Come join Alex Brown and Dylan Beattie at this month's LDNUG meetup! Alex will be talking about mashing monoliths into manageable modules with Mediatr, and Dylan will talk about the Pursuit of APIness. Don't miss it!
We spend our lives working with systems created by other people. From the UI on our phones to the cloud infrastructure that runs so much of the modern internet, these interactions are fundamental to our experience of technology - as engineers, as developers, as users - and user experiences are viral. Great user experiences lead to happy, productive people; bad experiences lead to frustration, inefficiency and misery.
Whether we realise it or not, when we create software, we are creating user experiences. People are going to interact with our code. Maybe those people are end users; maybe they're the other developers on your team. Maybe they're the mobile app team who are working with your API, or the engineers who are on call the night something goes wrong. These may be radically different use cases, but there's one powerful principle that works across all these scenarios and more. In this talk, we'll draw on ideas and insight from user experience, API design, psychology and education to show how you can incorporate this principle, known as discoverability, into every layer of your application. We'll look at some real-world systems, and we'll discuss how discoverability works with different interaction paradigms. Because, whether you're building databases, class libraries, hypermedia APIs or mobile apps, sooner or later somebody else is going to work with your code - and when they do, wouldn't it be great if they went away afterwards with a smile on their face?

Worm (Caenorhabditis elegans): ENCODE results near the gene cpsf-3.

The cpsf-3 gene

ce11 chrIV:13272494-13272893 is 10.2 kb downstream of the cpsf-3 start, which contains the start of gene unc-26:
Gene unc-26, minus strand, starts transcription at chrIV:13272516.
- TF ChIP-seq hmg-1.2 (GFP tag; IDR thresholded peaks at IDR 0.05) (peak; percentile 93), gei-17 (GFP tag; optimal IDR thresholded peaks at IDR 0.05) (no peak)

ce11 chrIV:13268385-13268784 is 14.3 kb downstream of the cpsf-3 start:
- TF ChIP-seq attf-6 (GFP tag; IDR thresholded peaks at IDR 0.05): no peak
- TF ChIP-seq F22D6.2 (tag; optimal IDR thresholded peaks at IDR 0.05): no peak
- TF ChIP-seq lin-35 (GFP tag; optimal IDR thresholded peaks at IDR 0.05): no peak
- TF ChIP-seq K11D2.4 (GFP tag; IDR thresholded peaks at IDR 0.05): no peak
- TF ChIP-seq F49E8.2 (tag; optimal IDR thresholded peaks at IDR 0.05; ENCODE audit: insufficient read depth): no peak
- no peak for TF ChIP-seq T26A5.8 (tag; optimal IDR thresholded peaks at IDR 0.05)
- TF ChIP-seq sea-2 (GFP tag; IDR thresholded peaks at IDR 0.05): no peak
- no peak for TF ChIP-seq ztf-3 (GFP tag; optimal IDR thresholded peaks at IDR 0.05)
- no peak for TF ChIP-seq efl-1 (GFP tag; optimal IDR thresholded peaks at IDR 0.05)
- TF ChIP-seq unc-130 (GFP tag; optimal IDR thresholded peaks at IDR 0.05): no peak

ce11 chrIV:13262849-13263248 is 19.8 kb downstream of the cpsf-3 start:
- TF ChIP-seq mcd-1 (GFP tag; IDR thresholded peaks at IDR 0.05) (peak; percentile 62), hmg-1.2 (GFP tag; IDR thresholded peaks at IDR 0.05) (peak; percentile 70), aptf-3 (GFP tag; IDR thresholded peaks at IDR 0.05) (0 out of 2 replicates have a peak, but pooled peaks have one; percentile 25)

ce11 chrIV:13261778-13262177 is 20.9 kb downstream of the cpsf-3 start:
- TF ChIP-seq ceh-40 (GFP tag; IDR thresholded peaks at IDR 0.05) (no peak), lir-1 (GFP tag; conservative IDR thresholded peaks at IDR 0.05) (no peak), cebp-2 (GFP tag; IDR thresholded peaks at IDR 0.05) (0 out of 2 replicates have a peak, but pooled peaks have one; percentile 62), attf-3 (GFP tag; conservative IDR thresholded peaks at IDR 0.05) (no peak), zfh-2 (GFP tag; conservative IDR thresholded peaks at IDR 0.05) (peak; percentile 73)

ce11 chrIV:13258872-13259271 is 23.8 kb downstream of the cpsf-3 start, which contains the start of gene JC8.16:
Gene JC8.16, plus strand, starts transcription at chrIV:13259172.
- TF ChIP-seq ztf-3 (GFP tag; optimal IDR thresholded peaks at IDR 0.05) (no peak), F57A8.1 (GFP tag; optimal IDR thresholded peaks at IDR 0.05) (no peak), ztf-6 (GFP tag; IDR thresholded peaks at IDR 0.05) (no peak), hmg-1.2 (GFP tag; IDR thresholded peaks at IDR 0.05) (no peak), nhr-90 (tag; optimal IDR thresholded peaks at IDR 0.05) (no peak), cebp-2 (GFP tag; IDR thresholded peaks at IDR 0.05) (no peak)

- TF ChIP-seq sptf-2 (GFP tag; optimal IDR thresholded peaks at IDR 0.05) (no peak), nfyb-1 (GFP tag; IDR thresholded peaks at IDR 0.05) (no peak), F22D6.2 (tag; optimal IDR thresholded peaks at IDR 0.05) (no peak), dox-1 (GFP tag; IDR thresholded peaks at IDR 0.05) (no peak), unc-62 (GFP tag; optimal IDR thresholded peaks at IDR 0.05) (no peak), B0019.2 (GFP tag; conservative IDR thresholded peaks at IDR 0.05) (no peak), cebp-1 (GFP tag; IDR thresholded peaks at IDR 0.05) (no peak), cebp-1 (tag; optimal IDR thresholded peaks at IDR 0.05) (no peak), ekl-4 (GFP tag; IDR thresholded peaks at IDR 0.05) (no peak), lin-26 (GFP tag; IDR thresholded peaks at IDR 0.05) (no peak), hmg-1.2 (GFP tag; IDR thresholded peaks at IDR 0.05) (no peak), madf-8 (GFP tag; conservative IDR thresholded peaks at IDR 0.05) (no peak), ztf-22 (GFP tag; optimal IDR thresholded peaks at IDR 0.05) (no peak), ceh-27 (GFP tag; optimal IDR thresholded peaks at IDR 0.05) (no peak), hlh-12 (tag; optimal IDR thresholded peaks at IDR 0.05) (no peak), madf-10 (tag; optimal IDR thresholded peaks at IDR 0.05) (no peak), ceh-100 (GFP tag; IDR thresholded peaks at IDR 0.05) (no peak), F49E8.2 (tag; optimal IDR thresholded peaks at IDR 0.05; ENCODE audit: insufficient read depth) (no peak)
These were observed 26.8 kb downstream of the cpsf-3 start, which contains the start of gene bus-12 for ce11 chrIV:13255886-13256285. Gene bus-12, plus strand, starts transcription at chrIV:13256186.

Dylan Beattie is a systems architect and software developer, who has built everything from tiny standalone websites to large-scale distributed systems. By day, he’s the systems architect at Spotlight (www.spotlight.com), where he works on HTTP APIs, distributed systems, and the architectural challenges of delivering cutting-edge online services in a company with nearly ninety years of legacy. He’s been working with Spotlight since 2000, and his first-hand experience of watching an organisation - and their code - evolving over more than a decade has given him a unique insight into how API design, distributed systems, Conway's Law, working with legacy systems, and recruitment can all influence a company’s products and culture. Alongside his work at Spotlight, Dylan is actively involved in the software development community. He’s involved in running the FullStack and Progressive.NET conferences, and frequently speaks at conferences in the UK and around Europe about software architecture and development culture.
In this talk, Alex shows us how to progress from the traditional repository / service layered architecture into a Command Query Separated structure and benefit from smaller, testable bits of code in your application. We'll take a look at what a typical monolith looks like - you've probably got some in your codebase already. Then we'll talk about how we could improve this, using CQS, facilitated by Mediatr. Finally, we'll take an existing application, which uses a typical repository / service architecture, and begin to break this out into commands and queries, and see immediate reward.
Alex Brown is a C# developer with a strong interest in writing as little (tested) code as possible to get the job done - done done. He's spent the last 4 years of his 12 year career as a contractor, working on some interesting and challenging projects, both green and brown field. He's currently working at Brightstarr, building a deployable intranet solution, utilising Hangfire, SignalR, Azure and all that other good stuff. He's online at alexjamesbrown.com and on Twitter as @alexjamesbrown